Tsuga mertensiana / Mountain hemlock
Tsuga mertensiana as described in 1867 by (Bongard) Élie-Abel Carrière (1818-1896), is a species native to the west coast of North America and is commonly referred to as mountain hemlock. The epithet honors the German botanist and naturalist Karl Heinrich Mertens (1796-1830), who discovered this species in Sitka, Alaska in 1827. Mertens was a member of the crew of the Russian sloop of war Senyavin, which was on a voyage of discovery along the coasts of Russian America and Asia.
Multiple subspecies and varieties exist within those species, though not all are recognized as distinct by some authorities. The generally accepted differences are as follows:
- Tsuga mertensiana subsp. mertensiana var. mertensiana — Northern Mountain hemlock, the typical subspecies. Central Oregon northwards. Leaves are gray-green on both sides. Seed cones are smaller, 1.2 to 2.4 inches (30 - 60 mm) long, 0.47 to 1 inch (12 - 25 mm) broad when open, with 50 to 80 scales.
- Tsuga mertensiana subsp. mertensiana var. jeffreyi — Jeffrey's Mountain hemlock. Mixed with var. mertensiana, rare. Leaves greener, less glaucous above, paler below; seed cones indistinguishable from the type. It was once thought to be a hybrid with Western Hemlock, but there is no verified evidence for this.
- Tsuga mertensiana subsp. grandicona — California Mountain hemlock. Central Oregon southwards. Leaves very strongly glaucous. Seed cones larger, 1.8 to 3.2 inches (45 - 80 mm) long, 0.8 to 1.4 inches (20 - 35 mm) wide when open, with 40 to 60 scales.
Description. Mountain hemlock is an evergreen
coniferous species of tree which will grow to mature heights of 65 to
130 feet (20 to 40 m) tall, with exceptional specimens as tall as 194
feet (59 m), with a trunk diameter of up to 6.6 feet (2 m) wide at
- The crown is narrowly
conical, sometimes with a tilted or drooping lead shoot, with spreading,
hanging branches. Bark is charcoal gray to reddish brown, deeply
fissured, square-cracked, and scaly.
- Twigs are yellow-orange-brown, and densely pubescent.
- Foliar buds are oblong, measuring 0.12 to 0.16 inches (3 - 4 mm) long.
- Needles are
radially arranged, 0.4 to 1 inch (10 - 25 mm) long , curved toward twig
apex, soft, blunt-tipped, thickened centrally along midline, somewhat
rounded or 4-sided in cross section. Both surfaces are relatively
glaucous, with two broad bands of bluish-white stomata below, separated
by a narrow green midrib. They differ from all other species of Hemlock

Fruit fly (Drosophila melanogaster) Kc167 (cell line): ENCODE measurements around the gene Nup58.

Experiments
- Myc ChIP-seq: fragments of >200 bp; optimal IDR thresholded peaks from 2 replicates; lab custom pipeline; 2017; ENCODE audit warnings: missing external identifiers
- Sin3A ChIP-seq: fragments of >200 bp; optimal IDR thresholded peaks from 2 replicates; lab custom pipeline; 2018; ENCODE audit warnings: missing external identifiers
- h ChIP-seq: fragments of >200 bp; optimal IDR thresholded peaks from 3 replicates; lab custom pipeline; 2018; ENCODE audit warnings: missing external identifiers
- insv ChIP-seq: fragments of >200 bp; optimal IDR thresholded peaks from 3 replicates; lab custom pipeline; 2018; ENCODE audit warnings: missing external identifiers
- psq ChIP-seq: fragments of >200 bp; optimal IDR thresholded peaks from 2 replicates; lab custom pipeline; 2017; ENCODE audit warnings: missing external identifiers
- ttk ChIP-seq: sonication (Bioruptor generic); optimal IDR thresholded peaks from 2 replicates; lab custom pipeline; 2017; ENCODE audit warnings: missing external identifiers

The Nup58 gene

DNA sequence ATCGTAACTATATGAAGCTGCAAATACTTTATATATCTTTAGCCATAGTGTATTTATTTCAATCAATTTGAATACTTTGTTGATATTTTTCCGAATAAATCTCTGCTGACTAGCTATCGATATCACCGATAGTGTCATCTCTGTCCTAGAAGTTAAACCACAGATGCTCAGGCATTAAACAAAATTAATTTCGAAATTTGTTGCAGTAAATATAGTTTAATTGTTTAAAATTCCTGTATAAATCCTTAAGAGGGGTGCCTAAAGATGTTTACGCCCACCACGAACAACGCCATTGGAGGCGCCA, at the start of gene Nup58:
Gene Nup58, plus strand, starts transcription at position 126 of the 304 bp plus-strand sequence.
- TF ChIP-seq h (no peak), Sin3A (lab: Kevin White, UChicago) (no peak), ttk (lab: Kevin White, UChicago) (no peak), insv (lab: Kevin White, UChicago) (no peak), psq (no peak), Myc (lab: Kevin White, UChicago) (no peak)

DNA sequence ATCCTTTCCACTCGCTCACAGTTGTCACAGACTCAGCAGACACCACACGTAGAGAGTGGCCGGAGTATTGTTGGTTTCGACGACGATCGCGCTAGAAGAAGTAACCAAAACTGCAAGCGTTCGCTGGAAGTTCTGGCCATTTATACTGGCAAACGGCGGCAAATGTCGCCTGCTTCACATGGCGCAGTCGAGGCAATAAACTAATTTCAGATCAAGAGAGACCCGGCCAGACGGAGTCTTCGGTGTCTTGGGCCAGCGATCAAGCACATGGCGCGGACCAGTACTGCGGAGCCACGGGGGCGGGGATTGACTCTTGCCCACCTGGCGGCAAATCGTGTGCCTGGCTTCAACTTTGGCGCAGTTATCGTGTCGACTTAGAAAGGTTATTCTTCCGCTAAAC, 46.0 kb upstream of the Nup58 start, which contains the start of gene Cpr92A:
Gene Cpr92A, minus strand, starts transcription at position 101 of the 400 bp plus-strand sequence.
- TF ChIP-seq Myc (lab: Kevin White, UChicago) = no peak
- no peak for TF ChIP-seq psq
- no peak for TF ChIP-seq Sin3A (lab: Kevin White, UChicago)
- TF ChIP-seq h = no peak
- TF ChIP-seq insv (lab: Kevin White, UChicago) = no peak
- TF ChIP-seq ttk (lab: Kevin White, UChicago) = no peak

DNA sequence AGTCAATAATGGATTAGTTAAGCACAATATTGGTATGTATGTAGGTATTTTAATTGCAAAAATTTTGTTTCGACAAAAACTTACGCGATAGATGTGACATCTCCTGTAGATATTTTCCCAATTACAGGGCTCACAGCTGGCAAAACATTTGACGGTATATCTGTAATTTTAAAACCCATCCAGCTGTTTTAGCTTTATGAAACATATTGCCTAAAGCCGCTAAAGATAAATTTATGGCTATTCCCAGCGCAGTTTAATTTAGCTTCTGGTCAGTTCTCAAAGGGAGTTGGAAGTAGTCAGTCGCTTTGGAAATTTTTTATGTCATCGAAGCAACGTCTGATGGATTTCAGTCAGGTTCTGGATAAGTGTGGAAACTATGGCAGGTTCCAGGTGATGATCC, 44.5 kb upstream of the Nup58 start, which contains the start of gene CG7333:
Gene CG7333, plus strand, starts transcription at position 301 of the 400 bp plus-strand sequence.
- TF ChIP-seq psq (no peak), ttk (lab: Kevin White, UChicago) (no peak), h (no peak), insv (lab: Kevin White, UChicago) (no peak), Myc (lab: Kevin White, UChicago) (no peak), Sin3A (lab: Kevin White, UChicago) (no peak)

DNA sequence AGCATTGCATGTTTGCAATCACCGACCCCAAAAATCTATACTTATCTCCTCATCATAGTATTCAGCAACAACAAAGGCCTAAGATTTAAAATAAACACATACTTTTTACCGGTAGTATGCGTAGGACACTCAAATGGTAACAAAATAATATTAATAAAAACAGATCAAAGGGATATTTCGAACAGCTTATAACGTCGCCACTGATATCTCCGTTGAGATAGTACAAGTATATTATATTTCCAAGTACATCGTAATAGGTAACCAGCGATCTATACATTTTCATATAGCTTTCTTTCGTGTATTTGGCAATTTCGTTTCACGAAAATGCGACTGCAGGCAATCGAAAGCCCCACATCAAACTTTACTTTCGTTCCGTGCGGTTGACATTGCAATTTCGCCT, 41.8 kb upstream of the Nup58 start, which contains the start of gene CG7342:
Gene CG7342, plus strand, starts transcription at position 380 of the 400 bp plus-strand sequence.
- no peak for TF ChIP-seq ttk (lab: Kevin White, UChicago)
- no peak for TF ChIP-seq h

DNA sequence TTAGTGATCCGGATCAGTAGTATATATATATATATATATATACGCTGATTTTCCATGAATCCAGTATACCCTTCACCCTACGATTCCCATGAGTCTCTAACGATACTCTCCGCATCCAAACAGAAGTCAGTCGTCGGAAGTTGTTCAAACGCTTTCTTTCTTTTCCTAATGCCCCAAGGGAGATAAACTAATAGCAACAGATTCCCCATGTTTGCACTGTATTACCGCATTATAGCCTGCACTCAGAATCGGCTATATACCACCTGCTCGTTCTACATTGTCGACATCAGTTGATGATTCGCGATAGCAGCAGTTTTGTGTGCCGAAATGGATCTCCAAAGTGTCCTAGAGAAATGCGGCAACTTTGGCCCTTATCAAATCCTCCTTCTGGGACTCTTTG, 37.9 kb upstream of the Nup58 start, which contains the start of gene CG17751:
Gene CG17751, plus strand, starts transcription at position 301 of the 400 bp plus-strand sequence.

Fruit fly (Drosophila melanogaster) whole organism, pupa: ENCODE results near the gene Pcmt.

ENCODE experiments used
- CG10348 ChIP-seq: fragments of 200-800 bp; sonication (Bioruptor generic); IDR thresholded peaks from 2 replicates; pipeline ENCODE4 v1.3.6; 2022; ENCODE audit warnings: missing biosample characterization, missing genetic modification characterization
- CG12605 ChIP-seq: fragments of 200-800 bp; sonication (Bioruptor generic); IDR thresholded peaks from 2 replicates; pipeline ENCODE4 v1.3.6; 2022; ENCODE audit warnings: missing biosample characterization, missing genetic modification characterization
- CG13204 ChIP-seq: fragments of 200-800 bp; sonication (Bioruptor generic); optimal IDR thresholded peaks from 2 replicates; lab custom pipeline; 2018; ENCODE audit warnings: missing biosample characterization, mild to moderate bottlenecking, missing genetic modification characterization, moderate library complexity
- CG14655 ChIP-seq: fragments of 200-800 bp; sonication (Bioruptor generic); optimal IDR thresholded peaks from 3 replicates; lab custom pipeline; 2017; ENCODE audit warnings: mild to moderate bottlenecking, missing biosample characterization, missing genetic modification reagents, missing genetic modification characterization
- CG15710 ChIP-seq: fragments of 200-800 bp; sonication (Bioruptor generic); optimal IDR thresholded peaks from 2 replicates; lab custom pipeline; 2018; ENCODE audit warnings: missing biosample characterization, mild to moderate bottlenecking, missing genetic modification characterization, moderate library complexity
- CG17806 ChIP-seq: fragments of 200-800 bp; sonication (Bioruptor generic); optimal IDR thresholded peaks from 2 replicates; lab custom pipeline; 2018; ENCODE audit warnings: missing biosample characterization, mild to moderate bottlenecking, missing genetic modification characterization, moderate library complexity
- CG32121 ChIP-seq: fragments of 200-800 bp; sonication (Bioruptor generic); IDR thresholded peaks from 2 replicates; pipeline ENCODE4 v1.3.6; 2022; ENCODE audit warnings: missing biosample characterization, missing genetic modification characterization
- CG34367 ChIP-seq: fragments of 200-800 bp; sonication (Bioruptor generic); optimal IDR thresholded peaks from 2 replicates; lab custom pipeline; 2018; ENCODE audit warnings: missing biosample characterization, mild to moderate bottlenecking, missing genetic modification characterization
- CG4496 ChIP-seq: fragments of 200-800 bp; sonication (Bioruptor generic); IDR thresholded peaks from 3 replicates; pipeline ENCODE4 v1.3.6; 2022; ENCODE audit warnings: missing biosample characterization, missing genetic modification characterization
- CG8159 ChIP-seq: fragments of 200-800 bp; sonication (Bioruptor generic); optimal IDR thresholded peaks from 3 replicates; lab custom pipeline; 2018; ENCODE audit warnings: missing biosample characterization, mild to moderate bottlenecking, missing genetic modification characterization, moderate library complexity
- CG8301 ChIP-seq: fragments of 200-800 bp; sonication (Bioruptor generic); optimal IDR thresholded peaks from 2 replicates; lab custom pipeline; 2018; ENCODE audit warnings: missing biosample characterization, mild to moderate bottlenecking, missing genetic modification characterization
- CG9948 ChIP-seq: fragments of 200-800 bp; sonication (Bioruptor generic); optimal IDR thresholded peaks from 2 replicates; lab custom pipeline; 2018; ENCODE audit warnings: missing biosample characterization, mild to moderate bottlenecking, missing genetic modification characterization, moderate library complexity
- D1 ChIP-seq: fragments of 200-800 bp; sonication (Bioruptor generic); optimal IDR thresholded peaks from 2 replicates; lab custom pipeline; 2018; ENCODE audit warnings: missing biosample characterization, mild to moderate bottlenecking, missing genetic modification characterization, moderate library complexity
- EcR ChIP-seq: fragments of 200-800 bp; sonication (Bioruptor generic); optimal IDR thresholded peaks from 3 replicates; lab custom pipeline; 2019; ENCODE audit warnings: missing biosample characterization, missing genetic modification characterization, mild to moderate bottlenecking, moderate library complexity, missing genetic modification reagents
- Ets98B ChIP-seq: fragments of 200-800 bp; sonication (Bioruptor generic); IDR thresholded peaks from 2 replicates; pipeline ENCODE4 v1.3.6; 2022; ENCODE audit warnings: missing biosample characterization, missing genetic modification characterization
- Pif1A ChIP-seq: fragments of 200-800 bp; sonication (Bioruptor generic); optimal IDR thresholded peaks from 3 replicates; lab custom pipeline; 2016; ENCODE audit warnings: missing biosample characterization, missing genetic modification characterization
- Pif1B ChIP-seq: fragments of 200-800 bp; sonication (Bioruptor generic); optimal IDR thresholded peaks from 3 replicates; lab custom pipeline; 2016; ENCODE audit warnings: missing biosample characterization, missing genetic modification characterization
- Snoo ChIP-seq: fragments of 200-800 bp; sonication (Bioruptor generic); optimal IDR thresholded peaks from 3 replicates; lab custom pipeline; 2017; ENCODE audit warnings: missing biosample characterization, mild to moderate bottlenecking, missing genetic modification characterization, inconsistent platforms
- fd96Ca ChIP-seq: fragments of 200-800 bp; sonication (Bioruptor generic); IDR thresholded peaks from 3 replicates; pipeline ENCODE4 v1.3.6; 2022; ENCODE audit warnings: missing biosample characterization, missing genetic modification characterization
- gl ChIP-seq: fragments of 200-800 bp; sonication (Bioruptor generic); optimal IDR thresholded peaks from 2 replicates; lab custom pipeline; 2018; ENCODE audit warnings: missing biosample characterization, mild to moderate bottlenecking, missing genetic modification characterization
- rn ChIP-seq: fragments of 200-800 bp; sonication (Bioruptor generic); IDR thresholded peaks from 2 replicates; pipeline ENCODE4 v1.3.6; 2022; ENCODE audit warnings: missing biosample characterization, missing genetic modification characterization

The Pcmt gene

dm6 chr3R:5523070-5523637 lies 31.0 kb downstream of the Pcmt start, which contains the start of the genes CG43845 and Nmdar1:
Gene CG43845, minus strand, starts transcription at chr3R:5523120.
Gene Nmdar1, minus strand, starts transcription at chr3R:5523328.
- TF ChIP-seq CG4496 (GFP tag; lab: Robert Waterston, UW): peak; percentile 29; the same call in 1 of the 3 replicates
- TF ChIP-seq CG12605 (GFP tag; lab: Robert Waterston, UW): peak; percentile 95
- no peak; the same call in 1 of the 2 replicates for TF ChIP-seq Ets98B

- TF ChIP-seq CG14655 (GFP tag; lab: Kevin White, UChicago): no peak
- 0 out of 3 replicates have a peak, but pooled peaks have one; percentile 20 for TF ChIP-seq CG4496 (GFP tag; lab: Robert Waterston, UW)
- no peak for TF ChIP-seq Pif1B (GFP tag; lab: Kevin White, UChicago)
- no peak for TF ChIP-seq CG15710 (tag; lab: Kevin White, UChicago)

in also having stomata on the upper surface.
- Pollen cones are pendulous measuring 0.4 inches (10 mm) long, purple maturing to yellow.
- Seed cones
are borne primarily near the top of the tree, are oblong to cylindrical
in shape, pendulous, 1.2 to 3.2 inches (30 - 80 mm) long and 0.32 to
0.4 inches (8 - 10 mm) broad when closed, opening to 0.48 to 1.4 inches
(12 - 35 mm) broad. To the untrained eye, they are superficially
somewhat like a small spruce cone. Seed cones are purple to
bluish-purple, ripening to mid to dark grayish brown, maturing 5 to 7
months after pollination.
- Cone scales are pubescent, flexible, and broadly fan-shaped, measuring 0.3 to 0.7 inches (8 - 11 mm), with a rounded to pointed apex.
- Seeds are red-brown, 0.08 to 0.1 inches (2 - 3 mm), with a pale, pink-brown wing.
Distribution. This speceis is native to USA and Canada — Alaska, British Columbia, Washington, Oregon, Idaho, Montana, California, and Nevada, growing at elevations ranging generally from 0 to 10,000 feet (0 - 3,050 m) above sea level. The elevational range of the species is rather variable with latitude, ranging from 0 to 3,500 feet (0 - 1,070 m) in Alaska, to 5,200 to 7,500 feet (1,600 - 2,300 m) in Oregon (where subsp. mertensiana merges into subsp. grandicona), to 9,000 to 10,000 feet (2,750 - 3,050 m) in the southern Sierra Nevada. In subalpine settings, Tsuga mertensiana tree clumps often contain one or two specimens of exceptional size and age, along with several younger trees. The youngsters typically represent multiple age classes. Generally these clumps are located on topographic high points where winter snows melt away marginally earlier than on adjacent microsites. Over time, these tree clumps tend to grow radially, forming what may be called "timber atolls". The largest specimen within an established clump tends to cause snow to melt more quickly than it would in open meadow, thereby further benefiting the growth potential of existing trees and the establishment of new trees. T. mertensiana typically initiates clump formation within its range, but such clumps also frequently support Abies amabilis or Cupressus nootkatensis. With enough time or favorable climatic conditions, such clumps may merge to for continuous forests. Unfavorable weather or fires may reverse or destroy the process, in effect, wiping the slate clean.
The wood of Tsuga mertensiana is somewhat inferior to that of Tsuga heterophylla (whose range is a fairly close match) for purposes of timber or pulp, though that fact has not always prevented extensive logging of subalpine forests. It is adaptable to a wide range of climatic conditions and is tolerant of shade , severe weather, and other forms of competition. As a cultivated ornamental, it differs from many alpine species in its ability to grow in warm, damp settings, remaining healthy while growing slowly. Several cultivars have been selected, specifically for striking, glaucous foliage.
Attribution from: Chris Earle; The Gymnosperm Database; ©2013. and Wikipedia, the Free Encyclopedia; ©2014